Citation: Barnett J, Barnett L. 2011. Medical Yeasts, 1800 to 2000, p 227-253. In Yeast Research. ASM Press, Washington, DC. doi: 10.1128/9781555817152.ch13
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Image of FIGURE 13.7
FIGURE 13.7

dimorphism affected by changes in both temperature and pH (illustration from Shepherd and his colleagues, published in 1985 [1971]). (a) Budding cells are transferred to fresh medium of the same composition; (b) starvation gives high yield of germ tubes (1970); (c) germ tube formation is favored at 37°C and pH 6.5 (2016); (d and e) budding is favored below 28°C (1229).

Citation: Barnett J, Barnett L. 2011. Medical Yeasts, 1800 to 2000, p 227-253. In Yeast Research. ASM Press, Washington, DC. doi: 10.1128/9781555817152.ch13
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Image of FIGURE 13.8
FIGURE 13.8

Drawing by John Bennett, published in 1844, of filament and budding cells of a “cryptogamic plant” from the lung of a man who died of a pulmonary disorder (136).

Citation: Barnett J, Barnett L. 2011. Medical Yeasts, 1800 to 2000, p 227-253. In Yeast Research. ASM Press, Washington, DC. doi: 10.1128/9781555817152.ch13
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Image of FIGURE 13.9
FIGURE 13.9

Scanning electron micrograph showing hyphae of growing on the upper surface of a membrane filter placed on serum-containing agar. The membrane has pores 5 μm in diameter, some of which are penetrated by the filaments. Bar, 20 μm. Reproduced from reference 1976.

Citation: Barnett J, Barnett L. 2011. Medical Yeasts, 1800 to 2000, p 227-253. In Yeast Research. ASM Press, Washington, DC. doi: 10.1128/9781555817152.ch13
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Image of FIGURE 13.10
FIGURE 13.10

Chlamydospores of . (A and B) Chlamydospore formed terminally on a hypha; (C and D) germinating chlamydospore. Panel D shows the chlamydospore budding; such budding had been photomicrographed previously by a Japanese group in 1956 (1507). Panels A to D are from references 1745, 1872, 2261, and 992, respectively.

Citation: Barnett J, Barnett L. 2011. Medical Yeasts, 1800 to 2000, p 227-253. In Yeast Research. ASM Press, Washington, DC. doi: 10.1128/9781555817152.ch13
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Image of FIGURE 13.11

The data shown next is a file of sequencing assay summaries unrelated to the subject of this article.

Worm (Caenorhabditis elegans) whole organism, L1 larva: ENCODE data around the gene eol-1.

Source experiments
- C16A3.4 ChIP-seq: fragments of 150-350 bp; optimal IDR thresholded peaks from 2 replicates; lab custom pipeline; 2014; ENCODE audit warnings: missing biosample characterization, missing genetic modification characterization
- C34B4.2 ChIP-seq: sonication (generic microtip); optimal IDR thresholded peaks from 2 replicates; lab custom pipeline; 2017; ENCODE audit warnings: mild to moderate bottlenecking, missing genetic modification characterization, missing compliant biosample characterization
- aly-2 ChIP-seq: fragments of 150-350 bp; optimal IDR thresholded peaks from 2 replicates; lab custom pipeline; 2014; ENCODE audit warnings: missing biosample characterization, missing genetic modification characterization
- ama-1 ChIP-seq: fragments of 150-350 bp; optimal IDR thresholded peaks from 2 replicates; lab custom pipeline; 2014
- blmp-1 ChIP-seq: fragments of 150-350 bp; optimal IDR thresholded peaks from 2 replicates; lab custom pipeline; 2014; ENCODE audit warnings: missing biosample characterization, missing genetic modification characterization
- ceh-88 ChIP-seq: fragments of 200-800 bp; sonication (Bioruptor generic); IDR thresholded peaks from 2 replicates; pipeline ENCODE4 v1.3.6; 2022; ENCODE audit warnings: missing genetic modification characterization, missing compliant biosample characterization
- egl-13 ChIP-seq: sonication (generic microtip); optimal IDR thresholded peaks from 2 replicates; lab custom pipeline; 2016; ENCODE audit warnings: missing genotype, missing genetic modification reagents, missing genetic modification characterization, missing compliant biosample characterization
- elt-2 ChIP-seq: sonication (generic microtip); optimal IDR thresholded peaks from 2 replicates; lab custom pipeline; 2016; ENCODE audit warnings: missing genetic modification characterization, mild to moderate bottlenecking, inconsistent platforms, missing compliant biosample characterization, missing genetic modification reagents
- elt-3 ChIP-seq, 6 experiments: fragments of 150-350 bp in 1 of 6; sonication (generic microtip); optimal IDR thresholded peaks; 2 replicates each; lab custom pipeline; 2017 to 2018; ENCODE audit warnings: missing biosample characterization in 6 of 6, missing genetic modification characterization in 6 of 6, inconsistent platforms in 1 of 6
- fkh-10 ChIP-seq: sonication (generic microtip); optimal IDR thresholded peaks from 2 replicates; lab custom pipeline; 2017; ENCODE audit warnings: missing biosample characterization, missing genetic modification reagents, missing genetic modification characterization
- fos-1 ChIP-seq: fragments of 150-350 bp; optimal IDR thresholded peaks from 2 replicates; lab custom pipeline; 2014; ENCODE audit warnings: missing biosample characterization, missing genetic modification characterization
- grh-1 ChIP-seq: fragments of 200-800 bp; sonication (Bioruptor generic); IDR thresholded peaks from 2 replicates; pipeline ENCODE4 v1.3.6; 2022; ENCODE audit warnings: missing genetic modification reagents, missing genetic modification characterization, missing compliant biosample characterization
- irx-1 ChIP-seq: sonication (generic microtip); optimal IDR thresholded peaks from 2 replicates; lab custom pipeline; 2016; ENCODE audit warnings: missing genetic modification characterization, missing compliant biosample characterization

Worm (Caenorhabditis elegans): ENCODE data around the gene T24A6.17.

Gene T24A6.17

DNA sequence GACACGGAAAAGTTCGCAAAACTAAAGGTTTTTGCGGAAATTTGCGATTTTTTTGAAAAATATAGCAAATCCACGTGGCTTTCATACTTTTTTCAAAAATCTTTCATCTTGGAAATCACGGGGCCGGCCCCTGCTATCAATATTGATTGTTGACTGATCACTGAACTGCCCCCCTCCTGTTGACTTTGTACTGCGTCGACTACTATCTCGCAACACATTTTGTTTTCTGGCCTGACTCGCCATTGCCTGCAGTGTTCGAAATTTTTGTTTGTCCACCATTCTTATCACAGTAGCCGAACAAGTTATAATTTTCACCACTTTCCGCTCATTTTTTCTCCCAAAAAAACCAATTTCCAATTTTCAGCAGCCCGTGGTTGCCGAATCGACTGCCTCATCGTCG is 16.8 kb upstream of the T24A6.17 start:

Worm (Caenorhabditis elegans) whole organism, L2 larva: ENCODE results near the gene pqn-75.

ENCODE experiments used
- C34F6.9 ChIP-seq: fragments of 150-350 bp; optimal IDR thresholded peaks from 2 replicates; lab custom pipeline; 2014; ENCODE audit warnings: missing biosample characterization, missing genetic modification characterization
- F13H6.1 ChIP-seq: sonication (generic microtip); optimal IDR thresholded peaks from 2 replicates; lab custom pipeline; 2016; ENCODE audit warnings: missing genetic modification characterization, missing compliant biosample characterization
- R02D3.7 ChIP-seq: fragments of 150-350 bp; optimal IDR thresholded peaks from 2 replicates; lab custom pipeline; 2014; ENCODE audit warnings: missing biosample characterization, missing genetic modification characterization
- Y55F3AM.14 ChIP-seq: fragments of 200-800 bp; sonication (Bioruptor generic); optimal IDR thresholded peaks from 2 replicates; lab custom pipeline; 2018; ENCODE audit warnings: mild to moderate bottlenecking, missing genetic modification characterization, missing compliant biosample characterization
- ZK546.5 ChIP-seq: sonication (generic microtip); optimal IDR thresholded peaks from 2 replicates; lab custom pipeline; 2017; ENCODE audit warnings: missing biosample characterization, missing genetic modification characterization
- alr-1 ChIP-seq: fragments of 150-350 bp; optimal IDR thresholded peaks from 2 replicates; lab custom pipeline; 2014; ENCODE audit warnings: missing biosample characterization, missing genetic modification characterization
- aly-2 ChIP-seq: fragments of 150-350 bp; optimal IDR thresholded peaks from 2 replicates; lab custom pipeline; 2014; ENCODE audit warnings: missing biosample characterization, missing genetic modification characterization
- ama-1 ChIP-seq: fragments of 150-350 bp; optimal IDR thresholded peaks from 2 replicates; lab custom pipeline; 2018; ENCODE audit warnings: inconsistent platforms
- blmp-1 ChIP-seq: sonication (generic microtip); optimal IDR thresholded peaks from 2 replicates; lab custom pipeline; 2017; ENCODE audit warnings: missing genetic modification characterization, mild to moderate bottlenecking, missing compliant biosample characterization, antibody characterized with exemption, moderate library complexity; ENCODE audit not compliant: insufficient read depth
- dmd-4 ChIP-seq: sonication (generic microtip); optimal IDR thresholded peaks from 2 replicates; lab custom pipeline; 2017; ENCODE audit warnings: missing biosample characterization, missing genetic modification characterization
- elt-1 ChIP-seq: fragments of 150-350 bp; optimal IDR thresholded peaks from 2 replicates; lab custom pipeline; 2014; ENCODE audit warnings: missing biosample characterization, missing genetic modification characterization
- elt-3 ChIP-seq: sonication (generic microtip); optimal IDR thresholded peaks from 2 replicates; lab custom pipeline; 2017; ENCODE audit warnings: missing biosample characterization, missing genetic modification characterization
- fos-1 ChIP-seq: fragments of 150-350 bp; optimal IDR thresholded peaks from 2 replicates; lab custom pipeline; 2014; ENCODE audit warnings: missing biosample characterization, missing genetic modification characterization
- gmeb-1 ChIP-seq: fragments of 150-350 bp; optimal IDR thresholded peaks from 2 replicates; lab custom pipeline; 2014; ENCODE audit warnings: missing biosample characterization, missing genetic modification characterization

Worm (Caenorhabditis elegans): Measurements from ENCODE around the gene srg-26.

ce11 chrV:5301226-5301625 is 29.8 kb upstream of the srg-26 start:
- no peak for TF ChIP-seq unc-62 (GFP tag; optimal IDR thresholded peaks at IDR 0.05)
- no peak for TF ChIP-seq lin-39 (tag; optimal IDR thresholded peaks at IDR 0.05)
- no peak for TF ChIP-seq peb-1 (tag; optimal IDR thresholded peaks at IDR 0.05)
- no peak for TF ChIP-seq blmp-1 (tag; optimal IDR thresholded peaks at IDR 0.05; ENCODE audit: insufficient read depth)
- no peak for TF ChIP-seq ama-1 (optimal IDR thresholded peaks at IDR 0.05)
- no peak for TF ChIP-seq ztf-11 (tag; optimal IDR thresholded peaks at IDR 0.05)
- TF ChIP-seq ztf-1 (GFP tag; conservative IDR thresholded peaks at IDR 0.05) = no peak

FIGURE 13.11

Electron micrograph of section of a young chlamydospore of , published by Miller and her colleagues in 1974 (1488). cw, thick cell wall; m, mitochondria; l, lipoid inclusion; o, membrane-bound organelle. Bar, 1.0 μm.

Citation: Barnett J, Barnett L. 2011. Medical Yeasts, 1800 to 2000, p 227-253. In Yeast Research. ASM Press, Washington, DC. doi: 10.1128/9781555817152.ch13
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Image of FIGURE 13.12
FIGURE 13.12

Electron micrograph of part of a section of a “mature” chlamydospore of , published by Miller and her colleagues in 1974 (1488). cw, cell wall layers; cm, plasma membrane; l, lipoid inclusion; o, membrane-bound organelle. Bar, 1.0 μm.

Citation: Barnett J, Barnett L. 2011. Medical Yeasts, 1800 to 2000, p 227-253. In Yeast Research. ASM Press, Washington, DC. doi: 10.1128/9781555817152.ch13
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Image of FIGURE 13.13
FIGURE 13.13

Otto Busse’s drawings, published in 1895, of the cells of . These cells had been isolated from various lesions in a 31-year-old woman. Figures 11 and 12 show the encapsulated cells (245). Busse’s excellent illustrations of these yeast cells stained in situ in a section of part of the tibia and lung are reproduced in Chapter 3.

Citation: Barnett J, Barnett L. 2011. Medical Yeasts, 1800 to 2000, p 227-253. In Yeast Research. ASM Press, Washington, DC. doi: 10.1128/9781555817152.ch13
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Image of FIGURE 13.14
FIGURE 13.14

Drawing of cells of by Ferdinand Curtis in 1896, showing large encapsulated cells in IV_1 to IV6 (392).

Citation: Barnett J, Barnett L. 2011. Medical Yeasts, 1800 to 2000, p 227-253. In Yeast Research. ASM Press, Washington, DC. doi: 10.1128/9781555817152.ch13
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Image of FIGURE 13.15
FIGURE 13.15

Drawing, published by Arthur Henrici in 1930, of a section through the meninges (membranes enveloping the central nervous system) infected with , the cells of which vary in size and are surrounded by thick capsules (905, p. 228).

Citation: Barnett J, Barnett L. 2011. Medical Yeasts, 1800 to 2000, p 227-253. In Yeast Research. ASM Press, Washington, DC. doi: 10.1128/9781555817152.ch13
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Image of FIGURE 13.16
FIGURE 13.16

Benham’s illustrations of from 1934 (A to C) (133, p. 387) and 1935 (D to F) (134, p. 264). A, a colony; B, budding cells (those on shaded background in India ink mount); C, thick-walled cells surrounded by a capsule; D, as B; E, also as B, but thick-walled cells with capsule too; F, cells with capsules in tissue from an inoculated rat. (A through C) From 387 (1934). Copyright © 1934 American Medical Association. All rights reserved. (D through F) Courtesy of the University of Chicago Press.